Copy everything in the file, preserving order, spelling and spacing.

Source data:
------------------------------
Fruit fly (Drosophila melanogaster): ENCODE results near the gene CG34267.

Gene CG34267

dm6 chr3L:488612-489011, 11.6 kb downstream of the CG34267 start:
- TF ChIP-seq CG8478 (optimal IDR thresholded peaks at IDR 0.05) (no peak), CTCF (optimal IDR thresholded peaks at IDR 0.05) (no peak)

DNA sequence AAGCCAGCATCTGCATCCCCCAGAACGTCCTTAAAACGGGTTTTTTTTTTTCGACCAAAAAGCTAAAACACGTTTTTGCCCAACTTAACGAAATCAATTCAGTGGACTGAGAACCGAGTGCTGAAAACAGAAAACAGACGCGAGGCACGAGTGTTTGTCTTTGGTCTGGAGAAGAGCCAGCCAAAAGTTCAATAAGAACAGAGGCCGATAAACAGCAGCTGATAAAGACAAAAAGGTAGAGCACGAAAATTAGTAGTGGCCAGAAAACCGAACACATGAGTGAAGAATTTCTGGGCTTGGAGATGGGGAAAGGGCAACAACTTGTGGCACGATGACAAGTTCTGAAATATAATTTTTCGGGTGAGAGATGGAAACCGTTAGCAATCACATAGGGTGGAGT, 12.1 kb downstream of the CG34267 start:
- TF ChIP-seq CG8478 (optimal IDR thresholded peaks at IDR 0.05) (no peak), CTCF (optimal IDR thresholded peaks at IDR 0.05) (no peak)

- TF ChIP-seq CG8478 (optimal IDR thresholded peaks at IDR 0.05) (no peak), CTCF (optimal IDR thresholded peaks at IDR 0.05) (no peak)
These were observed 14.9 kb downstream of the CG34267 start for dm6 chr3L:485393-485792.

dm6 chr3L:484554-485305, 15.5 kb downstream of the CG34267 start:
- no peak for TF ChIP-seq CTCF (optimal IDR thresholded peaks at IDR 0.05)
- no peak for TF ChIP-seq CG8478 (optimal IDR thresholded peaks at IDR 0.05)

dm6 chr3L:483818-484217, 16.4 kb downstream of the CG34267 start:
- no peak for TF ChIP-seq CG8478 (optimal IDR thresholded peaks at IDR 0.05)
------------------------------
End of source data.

Fruit fly (Drosophila melanogaster): ENCODE results near the gene CG34267.

Gene CG34267

dm6 chr3L:488612-489011, 11.6 kb downstream of the CG34267 start:
- TF ChIP-seq CG8478 (optimal IDR thresholded peaks at IDR 0.05) (no peak), CTCF (optimal IDR thresholded peaks at IDR 0.05) (no peak)

DNA sequence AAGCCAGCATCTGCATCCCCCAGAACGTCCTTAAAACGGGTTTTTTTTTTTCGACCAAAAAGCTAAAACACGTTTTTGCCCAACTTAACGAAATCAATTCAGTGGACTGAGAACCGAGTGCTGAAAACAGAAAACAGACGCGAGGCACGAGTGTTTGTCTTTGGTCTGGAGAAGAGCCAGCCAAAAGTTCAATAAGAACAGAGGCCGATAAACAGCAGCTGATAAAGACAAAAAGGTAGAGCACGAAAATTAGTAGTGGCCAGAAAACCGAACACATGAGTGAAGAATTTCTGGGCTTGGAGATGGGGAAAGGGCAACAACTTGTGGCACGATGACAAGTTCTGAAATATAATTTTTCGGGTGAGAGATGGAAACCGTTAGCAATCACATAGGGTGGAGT, 12.1 kb downstream of the CG34267 start:
- TF ChIP-seq CG8478 (optimal IDR thresholded peaks at IDR 0.05) (no peak), CTCF (optimal IDR thresholded peaks at IDR 0.05) (no peak)

- TF ChIP-seq CG8478 (optimal IDR thresholded peaks at IDR 0.05) (no peak), CTCF (optimal IDR thresholded peaks at IDR 0.05) (no peak)
These were observed 14.9 kb downstream of the CG34267 start for dm6 chr3L:485393-485792.

dm6 chr3L:484554-485305, 15.5 kb downstream of the CG34267 start:
- no peak for TF ChIP-seq CTCF (optimal IDR thresholded peaks at IDR 0.05)
- no peak for TF ChIP-seq CG8478 (optimal IDR thresholded peaks at IDR 0.05)

dm6 chr3L:483818-484217, 16.4 kb downstream of the CG34267 start:
- no peak for TF ChIP-seq CG8478 (optimal IDR thresholded peaks at IDR 0.05)